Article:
Any of these layers may be associated with a therapeutic agent, and may be formed on a medical device with or without the presence of a therapeutic agent. A therapeutic agent may be associated with the components of the layer, before, during, or after its application to a device. Thus a layer and a therapeutic agent may be essentially simultaneously applied to a device. Such an application has some advantages, e.g., for ease of manufacturing. For example, a copolymer may be associated with a therapeutic agent and the copolymer-therapeutic agent association may be applied to a device.
  • [0045]
    As indicated above, certain copolymers may advantageously be combined with a therapeutic agent to achieve delivery of the agent.
  • [0046]
    Therapeutic agents may be associated with a copolymer before the copolymer is applied to a device. The copolymer may be prepared and then exposed to a solution containing a solvent for the agent. The agent and the copolymer are allowed to interact, and the agent becomes associated with the copolymer, possibly by association with domains or microcavities, as discussed above.
  • [0047]
    Therapeutic agents may be associated with a layer after the layer is applied to a device. One method is to expose the layer to a mixture containing the agent. The mixture may include a relatively good solvent for both the agent and the layer so that the layer is swelled and the agent migrates therethrough. When the solvent is removed, the agent is left in the layer. Examples 15 and 16 demonstrated this method, and was shown to be effective for copolymers as taught herein.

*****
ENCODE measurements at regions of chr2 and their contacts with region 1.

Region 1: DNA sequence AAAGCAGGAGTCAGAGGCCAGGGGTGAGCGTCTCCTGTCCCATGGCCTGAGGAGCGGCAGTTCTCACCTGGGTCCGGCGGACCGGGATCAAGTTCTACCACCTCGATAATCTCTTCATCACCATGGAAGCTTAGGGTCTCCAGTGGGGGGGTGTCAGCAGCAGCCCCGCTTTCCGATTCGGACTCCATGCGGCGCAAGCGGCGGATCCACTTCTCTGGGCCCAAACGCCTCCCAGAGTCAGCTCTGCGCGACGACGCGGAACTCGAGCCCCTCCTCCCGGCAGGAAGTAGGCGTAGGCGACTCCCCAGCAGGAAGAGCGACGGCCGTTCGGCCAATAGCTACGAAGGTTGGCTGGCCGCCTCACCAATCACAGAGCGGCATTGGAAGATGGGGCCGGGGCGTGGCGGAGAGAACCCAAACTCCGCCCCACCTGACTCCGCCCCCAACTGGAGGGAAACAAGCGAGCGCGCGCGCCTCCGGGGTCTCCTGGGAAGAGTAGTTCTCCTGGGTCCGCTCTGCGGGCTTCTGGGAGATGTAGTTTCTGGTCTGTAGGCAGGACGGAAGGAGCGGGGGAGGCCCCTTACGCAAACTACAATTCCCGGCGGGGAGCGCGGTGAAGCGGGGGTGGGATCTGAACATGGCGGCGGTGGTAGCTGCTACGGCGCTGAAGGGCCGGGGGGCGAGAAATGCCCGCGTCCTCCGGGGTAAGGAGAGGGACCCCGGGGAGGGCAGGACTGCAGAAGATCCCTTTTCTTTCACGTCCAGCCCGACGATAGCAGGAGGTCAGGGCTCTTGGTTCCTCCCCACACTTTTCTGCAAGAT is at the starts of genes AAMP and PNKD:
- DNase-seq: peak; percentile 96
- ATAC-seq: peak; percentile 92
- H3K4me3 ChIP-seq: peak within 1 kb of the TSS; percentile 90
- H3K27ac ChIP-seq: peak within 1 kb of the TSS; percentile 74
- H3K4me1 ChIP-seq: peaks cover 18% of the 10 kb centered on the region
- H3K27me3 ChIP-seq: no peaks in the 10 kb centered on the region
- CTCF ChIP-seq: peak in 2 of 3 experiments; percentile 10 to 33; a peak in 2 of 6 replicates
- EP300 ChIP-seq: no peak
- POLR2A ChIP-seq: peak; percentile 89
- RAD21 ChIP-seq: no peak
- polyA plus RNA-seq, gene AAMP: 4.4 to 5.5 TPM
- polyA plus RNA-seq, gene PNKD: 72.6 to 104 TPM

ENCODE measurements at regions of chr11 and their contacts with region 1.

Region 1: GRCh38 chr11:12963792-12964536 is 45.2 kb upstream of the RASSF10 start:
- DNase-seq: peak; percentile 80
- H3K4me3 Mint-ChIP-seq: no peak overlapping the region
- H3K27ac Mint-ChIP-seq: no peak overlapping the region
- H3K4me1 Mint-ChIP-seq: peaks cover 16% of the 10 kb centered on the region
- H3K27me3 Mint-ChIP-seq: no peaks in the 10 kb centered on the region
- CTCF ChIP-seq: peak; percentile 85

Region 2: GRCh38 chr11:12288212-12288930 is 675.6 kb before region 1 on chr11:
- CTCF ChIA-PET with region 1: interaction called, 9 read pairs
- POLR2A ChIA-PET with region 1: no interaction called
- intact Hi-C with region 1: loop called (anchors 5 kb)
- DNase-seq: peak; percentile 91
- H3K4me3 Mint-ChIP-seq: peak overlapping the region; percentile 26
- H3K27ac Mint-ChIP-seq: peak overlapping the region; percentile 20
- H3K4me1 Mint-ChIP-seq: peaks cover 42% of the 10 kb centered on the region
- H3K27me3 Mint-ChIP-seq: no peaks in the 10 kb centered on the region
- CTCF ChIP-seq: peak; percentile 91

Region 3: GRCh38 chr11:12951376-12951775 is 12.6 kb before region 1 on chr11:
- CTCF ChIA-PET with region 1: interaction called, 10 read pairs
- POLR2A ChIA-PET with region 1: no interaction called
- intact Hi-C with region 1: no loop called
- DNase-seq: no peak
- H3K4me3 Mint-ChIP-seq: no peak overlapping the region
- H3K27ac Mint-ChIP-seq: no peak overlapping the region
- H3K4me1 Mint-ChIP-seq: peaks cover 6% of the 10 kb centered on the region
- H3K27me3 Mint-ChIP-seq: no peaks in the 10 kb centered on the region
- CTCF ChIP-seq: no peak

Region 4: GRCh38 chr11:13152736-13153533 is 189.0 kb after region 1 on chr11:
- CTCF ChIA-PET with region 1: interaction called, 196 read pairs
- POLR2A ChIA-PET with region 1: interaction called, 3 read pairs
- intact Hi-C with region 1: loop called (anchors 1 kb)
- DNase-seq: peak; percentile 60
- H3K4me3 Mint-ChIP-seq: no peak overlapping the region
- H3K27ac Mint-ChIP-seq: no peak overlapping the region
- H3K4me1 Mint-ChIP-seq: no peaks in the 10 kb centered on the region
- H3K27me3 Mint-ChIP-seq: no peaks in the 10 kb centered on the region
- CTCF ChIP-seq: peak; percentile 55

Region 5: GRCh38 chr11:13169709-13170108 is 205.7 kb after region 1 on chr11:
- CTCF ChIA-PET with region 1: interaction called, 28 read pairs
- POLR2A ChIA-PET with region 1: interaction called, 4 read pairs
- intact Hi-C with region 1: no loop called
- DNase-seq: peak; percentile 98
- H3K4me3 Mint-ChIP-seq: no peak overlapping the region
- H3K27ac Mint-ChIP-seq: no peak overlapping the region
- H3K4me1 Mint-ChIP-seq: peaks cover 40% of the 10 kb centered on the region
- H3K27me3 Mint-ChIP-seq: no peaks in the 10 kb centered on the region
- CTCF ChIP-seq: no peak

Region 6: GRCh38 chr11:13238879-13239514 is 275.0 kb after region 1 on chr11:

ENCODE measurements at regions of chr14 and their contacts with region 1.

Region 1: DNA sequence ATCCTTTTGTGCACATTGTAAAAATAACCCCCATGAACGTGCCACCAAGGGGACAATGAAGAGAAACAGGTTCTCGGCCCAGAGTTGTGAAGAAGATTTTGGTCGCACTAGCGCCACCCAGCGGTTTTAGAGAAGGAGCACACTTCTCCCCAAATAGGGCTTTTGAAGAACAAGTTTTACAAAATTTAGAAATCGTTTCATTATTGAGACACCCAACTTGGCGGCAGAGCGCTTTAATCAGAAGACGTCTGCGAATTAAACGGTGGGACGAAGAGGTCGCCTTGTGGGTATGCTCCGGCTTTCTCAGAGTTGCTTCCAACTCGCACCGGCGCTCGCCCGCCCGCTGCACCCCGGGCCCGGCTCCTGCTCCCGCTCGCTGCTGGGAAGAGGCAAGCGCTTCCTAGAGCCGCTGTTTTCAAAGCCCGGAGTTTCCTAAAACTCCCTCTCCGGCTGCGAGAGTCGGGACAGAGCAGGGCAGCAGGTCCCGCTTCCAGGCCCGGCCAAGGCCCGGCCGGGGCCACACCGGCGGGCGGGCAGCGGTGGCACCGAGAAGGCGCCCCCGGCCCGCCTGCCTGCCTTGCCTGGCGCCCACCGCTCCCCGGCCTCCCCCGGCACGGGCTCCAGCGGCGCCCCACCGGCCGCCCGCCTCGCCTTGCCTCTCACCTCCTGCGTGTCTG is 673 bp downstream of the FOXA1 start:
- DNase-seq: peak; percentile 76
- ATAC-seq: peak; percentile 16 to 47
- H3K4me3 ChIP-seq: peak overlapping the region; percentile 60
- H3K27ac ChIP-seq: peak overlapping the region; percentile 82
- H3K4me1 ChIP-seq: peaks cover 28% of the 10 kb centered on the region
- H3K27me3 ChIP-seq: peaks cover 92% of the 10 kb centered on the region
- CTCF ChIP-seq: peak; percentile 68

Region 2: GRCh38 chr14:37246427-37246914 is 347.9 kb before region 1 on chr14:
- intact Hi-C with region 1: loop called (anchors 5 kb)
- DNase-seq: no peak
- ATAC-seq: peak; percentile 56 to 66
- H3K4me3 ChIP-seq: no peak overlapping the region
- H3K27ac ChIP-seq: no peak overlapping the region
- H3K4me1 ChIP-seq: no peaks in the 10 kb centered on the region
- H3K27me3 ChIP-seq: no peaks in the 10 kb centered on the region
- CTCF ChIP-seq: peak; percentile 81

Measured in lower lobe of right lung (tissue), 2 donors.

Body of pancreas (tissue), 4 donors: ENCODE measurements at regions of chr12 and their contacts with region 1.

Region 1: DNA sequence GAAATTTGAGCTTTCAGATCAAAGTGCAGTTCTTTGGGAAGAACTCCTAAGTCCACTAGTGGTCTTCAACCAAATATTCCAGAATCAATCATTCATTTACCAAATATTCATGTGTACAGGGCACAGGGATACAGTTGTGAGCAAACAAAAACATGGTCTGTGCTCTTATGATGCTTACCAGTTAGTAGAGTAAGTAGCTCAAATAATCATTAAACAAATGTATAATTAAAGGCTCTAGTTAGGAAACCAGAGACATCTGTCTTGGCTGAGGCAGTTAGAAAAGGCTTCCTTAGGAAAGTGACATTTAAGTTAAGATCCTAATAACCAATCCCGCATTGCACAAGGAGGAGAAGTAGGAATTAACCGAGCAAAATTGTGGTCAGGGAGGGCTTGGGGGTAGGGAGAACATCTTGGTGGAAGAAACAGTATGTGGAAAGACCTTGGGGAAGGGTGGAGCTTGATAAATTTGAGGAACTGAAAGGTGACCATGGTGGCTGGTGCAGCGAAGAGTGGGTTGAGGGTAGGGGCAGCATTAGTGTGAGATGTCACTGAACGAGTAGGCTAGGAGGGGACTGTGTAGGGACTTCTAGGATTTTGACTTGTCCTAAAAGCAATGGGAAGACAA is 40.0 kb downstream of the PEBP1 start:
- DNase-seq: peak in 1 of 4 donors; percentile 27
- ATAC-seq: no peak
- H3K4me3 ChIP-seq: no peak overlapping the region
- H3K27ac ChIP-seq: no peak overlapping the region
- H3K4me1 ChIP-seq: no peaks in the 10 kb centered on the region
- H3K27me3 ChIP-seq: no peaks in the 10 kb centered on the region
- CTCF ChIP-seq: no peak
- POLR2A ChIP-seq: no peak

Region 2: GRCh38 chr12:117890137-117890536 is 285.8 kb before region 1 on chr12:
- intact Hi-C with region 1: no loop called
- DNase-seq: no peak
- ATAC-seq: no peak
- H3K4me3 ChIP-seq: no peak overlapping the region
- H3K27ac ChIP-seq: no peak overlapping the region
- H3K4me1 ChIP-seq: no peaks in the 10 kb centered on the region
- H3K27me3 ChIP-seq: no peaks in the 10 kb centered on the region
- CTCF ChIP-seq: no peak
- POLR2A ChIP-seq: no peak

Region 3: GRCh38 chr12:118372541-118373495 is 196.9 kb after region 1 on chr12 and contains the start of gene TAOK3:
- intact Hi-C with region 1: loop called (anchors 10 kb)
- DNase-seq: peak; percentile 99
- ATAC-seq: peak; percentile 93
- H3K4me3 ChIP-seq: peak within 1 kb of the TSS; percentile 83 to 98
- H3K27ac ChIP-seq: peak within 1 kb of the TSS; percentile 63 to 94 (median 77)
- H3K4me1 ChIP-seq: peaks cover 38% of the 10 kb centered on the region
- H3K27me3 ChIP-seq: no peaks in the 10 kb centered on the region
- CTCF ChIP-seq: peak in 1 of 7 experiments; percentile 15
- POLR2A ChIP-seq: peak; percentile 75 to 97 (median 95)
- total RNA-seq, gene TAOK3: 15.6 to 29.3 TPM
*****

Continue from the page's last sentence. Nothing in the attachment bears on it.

• [0048]
    The Examples provide various embodiments of layers taught herein. A person of skill in these arts, after reading the Examples, will be able to adapt and apply the methods taught in the Examples to practice the various embodiments of making and using layers and other embodiments taught herein. Example 8 describes application of a layer to a medical device, and uses a stent as an example. The copolymer of Example 1 was applied to a stent essentially simultaneously with a therapeutic agent using a spray process. The agent and the copolymer were both in the same organic solvent. Paclitaxel was effectively loaded using this method. Spraying was also used in other Examples. The layer thus formed was then available for use as an implant, or as a base for the addition of subsequent layers.
  • [0049]
    Example 10 shows methods for applying polymers (e.g., copolymers) as taught herein onto medical devices. The methods may involve forming a plurality of layers, with a first layer being covalently crosslinked to another layer simultaneously with, or after, the deposition of other layers. A stainless steel coronary stent was used for illustrative purposes. In this embodiment, a first reactive polymeric layer was deposited, followed by a second reactive polymeric layer containing a therapeutic agent, and an initiator that works spontaneously was used. Both polymer layers had nethacrylates as the reactive functional groups for the crosslinking of the layers to each other. This Example further showed mechanical properties suitable for use on expandable medical devices such as stents or balloons. Paclitaxel was effectively loaded and released. Example 11 is an alternative embodiment demonstrating the use of a thermal initiator.